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Jamie-Lynn Sigler Says She’s ‘Transitioned from Feeling Like a Victim’ of Multiple Sclerosis

Jamie-Lynn Sigler has learned some “beautiful lessons” through living with multiple sclerosis.

The Mob Town actress, 38, stopped by the Today show on Thursday and opened up about how her relationship with the condition has changed over the years.

“I’m doing very well,” Sigler said as she outlined her journey. “I’ve lived with it for 18 years and so much of it was focused on the physical part of the journey and the way it affects me and obviously it still does today, but now it’s been more [of] paying attention to the emotional part. I don’t think people realize emotionally how much a chronic illness can affect you.”

These days, Sigler is focusing more on the positives that have come out of her experience.

“It’s transitioned from feeling like a victim and what it’s taken away to more of what it’s given me. And it’s given me a lot,” she shared, adding that one of the most “beautiful lessons is realizing how kind people are.”

“It’s very hard for me to ask for help, but I’ve realized people like to feel needed, they like to be of service and helpful,” she added. “It’s allowed me to have some beautiful interactions and I just am appreciative of that.”

Jamie Lynn Sigler

While Sigler’s youngest son, Jack Adam, 22 months, is still a little young to understand her diagnosis, the actress says her older son Beau Kyle, 6, “totally gets it.”

“Sometimes he asks questions, but you know, my kids make me feel like a superhero. They don’t know any different, I’m the only mommy that they know,” she shared, adding that Beau “never complains.”

“He understands if I say I need to sit down or let’s just do some Leggos, I need to hang out,” she explained. “I think I’m the only one who overanalyzes or feels guilty that I can’t do things. They don’t mind at all.”

Sigler, who was diagnosed with MS when she was 20 years old, admitted in March that she worries about how the condition, which damages the central nervous system, has impacted her boys.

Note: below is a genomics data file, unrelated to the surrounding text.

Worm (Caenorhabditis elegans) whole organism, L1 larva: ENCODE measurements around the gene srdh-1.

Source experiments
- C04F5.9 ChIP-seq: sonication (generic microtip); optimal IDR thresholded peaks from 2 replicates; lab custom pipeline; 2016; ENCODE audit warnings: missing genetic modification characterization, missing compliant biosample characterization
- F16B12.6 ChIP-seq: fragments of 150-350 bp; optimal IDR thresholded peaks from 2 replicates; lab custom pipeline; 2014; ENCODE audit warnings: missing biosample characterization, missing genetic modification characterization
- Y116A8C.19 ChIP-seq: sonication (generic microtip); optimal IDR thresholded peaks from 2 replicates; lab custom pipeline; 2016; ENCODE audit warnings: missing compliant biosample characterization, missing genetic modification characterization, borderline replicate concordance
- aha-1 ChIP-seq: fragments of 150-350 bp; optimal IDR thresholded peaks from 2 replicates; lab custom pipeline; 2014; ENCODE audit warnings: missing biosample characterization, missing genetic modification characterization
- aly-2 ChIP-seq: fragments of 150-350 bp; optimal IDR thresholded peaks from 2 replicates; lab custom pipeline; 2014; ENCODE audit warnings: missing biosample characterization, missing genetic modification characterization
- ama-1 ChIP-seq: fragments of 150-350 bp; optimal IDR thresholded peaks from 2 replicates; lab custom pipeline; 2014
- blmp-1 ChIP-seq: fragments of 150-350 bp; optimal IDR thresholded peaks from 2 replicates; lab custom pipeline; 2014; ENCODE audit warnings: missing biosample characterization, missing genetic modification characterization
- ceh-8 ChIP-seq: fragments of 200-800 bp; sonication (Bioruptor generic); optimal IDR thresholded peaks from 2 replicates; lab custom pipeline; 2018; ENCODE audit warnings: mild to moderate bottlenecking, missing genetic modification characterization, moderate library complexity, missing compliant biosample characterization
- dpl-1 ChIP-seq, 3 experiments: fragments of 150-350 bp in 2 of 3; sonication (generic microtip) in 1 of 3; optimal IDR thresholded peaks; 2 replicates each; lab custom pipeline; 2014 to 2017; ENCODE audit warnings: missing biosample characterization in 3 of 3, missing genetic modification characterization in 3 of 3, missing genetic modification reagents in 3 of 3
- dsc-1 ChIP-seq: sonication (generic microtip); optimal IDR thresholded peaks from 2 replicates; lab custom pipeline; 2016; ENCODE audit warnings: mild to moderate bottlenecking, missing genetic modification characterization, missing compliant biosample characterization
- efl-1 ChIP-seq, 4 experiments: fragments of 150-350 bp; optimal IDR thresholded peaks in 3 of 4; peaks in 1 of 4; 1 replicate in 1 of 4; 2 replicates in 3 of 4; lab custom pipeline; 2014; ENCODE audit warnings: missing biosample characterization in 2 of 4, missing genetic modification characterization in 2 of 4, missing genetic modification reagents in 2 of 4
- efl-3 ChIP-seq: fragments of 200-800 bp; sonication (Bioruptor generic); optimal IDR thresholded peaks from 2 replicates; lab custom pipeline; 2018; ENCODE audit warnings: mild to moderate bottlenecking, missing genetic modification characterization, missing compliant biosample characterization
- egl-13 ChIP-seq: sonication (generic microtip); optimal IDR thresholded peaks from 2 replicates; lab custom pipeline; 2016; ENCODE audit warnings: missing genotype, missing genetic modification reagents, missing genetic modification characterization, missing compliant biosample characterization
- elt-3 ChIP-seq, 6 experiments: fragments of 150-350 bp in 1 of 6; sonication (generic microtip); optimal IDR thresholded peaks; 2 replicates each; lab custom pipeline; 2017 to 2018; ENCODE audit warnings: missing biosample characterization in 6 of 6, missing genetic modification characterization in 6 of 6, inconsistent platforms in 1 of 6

“MS — any chronic illness, really — becomes your whole family’s disease, not just your own,” she wrote in an emotional essay for, explaining that when she first learned she was pregnant with Beau she was “terrified.”

“A million thoughts ran through my head. What if he runs off and I can’t chase him one day?” the actress recalled. “What if I can’t carry him up and down the stairs? What if he won’t want to play with me because I can’t be the ‘fun mom’ who runs on the beach with him, or chases him around the house?”

However, with over a year of parenting two children under her belt, Sigler noted that she’s found her stride and is present for her sons “each and every day” — and despite her fears about “not being enough,” the actress said her “two little boys give me all the love and reassurance I’ll ever need.”

“They don’t ask why I move the way I do, why I need help up stairs sometimes or why Daddy rubs my legs a lot,” she wrote. “They have shown me that I don’t need anything, good or bad, working or not, disease or no disease, to be deserving of love.”

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